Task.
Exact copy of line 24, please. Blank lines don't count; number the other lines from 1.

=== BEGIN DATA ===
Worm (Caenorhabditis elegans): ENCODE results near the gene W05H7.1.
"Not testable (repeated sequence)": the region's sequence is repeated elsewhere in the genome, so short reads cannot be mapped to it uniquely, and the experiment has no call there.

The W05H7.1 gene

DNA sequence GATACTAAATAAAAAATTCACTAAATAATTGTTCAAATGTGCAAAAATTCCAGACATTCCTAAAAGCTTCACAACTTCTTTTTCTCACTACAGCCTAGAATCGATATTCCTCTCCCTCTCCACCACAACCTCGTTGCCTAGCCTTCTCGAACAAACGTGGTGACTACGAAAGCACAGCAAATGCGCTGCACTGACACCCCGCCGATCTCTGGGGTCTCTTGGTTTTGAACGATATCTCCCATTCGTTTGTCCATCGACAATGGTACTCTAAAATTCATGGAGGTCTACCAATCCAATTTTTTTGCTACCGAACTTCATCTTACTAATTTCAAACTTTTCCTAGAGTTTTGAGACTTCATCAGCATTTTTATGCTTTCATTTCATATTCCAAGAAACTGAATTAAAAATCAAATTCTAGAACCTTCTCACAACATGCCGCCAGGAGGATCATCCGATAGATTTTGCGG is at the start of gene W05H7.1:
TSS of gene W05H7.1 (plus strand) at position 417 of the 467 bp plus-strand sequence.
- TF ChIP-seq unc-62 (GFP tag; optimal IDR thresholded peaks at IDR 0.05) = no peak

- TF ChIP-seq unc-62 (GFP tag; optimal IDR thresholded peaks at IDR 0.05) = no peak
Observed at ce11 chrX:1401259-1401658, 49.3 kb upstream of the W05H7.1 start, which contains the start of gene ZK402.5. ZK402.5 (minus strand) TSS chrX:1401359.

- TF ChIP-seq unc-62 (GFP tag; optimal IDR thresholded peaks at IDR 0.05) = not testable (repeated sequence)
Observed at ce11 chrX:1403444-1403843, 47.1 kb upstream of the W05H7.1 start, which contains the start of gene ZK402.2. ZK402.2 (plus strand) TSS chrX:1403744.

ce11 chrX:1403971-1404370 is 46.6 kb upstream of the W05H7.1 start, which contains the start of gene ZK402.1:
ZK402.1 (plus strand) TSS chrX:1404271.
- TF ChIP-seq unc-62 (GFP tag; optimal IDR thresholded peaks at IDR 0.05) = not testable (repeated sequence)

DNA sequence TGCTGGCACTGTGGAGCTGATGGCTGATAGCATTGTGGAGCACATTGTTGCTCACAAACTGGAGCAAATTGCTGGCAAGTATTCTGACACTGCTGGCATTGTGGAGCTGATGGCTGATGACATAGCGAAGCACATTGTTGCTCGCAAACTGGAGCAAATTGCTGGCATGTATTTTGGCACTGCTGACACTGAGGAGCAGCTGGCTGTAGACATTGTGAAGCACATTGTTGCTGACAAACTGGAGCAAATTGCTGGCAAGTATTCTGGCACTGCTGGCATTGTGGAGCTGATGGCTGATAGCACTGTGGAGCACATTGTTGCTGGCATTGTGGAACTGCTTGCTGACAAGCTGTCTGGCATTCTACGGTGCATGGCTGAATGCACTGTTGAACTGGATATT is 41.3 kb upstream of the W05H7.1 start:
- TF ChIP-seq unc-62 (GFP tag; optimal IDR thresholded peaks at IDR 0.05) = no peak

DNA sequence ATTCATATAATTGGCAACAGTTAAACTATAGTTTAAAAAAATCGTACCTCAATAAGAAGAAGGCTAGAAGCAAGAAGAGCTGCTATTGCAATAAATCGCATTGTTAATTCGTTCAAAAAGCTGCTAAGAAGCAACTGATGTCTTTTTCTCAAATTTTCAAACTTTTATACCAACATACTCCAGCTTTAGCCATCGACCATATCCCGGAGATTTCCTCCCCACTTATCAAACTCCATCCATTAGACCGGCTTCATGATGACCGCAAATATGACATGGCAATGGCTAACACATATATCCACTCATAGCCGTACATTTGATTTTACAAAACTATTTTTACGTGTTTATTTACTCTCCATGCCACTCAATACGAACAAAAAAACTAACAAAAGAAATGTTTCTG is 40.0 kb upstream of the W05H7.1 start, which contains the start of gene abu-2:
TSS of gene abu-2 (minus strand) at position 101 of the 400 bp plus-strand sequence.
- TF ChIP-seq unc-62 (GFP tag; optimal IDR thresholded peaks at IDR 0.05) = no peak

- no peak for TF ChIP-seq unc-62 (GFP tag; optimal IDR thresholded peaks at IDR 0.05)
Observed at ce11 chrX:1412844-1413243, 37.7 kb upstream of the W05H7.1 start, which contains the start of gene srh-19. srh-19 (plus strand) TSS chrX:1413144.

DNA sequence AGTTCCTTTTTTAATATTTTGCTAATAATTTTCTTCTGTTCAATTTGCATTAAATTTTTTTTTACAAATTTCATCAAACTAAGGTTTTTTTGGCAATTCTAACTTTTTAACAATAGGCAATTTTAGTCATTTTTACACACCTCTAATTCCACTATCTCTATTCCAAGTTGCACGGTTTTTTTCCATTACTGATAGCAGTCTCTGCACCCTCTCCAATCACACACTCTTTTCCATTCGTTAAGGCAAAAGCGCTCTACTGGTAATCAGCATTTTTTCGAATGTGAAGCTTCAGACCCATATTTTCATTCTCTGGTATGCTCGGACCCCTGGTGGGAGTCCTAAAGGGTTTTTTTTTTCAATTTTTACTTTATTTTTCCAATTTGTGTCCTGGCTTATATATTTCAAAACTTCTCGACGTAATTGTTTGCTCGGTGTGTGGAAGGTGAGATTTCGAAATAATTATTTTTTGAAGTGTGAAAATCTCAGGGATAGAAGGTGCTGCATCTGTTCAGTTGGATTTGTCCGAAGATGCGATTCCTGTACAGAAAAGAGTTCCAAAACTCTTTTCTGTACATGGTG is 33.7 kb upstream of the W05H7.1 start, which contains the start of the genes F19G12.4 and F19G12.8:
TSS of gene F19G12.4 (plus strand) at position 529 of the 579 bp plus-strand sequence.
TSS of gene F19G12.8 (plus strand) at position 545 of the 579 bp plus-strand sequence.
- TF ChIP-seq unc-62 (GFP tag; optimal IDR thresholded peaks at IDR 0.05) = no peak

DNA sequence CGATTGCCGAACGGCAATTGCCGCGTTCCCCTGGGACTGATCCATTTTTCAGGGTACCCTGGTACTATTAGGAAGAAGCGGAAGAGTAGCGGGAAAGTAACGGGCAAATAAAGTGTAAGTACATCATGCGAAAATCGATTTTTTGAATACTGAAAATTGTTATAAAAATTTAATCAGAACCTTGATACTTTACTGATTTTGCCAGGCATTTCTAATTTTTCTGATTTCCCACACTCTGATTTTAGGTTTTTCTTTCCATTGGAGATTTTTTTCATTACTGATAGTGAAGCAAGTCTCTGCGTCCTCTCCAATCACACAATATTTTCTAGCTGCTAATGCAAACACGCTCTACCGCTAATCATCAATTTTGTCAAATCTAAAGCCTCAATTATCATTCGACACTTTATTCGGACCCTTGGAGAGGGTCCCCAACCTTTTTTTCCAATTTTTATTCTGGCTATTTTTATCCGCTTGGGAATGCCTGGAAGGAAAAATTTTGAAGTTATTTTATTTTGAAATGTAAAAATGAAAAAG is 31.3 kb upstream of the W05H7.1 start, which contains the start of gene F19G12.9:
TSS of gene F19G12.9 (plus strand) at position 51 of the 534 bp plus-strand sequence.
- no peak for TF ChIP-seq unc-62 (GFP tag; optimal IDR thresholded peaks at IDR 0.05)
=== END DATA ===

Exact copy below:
- TF ChIP-seq unc-62 (GFP tag; optimal IDR thresholded peaks at IDR 0.05) = no peak